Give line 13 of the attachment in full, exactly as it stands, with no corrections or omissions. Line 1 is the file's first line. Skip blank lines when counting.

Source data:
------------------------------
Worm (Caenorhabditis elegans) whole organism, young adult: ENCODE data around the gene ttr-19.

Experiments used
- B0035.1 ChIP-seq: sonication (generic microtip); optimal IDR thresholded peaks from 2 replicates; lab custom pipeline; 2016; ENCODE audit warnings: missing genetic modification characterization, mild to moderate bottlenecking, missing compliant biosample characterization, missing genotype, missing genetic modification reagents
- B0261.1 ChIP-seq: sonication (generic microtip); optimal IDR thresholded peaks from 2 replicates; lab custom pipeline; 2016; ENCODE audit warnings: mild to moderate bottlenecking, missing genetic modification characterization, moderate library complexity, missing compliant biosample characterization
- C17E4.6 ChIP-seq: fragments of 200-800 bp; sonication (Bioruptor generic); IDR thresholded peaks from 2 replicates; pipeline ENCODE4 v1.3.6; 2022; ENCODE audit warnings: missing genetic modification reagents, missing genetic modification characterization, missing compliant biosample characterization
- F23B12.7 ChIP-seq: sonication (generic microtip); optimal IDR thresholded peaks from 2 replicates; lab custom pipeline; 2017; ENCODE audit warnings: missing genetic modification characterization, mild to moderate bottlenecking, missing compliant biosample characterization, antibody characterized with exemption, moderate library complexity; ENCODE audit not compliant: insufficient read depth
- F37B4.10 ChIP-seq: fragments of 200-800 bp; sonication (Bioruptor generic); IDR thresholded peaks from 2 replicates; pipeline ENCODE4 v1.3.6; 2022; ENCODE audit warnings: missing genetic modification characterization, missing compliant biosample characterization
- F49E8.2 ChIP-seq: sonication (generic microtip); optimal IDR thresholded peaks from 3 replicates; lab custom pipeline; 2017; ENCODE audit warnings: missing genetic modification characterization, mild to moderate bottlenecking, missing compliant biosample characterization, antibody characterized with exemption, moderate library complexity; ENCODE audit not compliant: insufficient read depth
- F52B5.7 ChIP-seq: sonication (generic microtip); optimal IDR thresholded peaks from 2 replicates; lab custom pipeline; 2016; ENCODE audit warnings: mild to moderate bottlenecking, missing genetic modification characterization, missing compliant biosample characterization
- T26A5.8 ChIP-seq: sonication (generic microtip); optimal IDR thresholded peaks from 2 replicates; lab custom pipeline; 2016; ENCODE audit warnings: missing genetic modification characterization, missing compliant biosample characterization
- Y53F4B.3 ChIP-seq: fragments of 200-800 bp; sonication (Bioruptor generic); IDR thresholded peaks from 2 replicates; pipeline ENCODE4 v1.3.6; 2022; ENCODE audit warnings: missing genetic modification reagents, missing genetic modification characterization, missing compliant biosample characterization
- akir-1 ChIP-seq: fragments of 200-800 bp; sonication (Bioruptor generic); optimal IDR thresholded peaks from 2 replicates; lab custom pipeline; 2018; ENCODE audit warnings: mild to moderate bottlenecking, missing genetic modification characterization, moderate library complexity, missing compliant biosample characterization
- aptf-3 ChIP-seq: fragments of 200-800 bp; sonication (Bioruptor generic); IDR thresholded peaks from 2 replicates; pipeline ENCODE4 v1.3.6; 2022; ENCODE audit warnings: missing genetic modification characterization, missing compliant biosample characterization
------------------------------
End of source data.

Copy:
- aptf-3 ChIP-seq: fragments of 200-800 bp; sonication (Bioruptor generic); IDR thresholded peaks from 2 replicates; pipeline ENCODE4 v1.3.6; 2022; ENCODE audit warnings: missing genetic modification characterization, missing compliant biosample characterization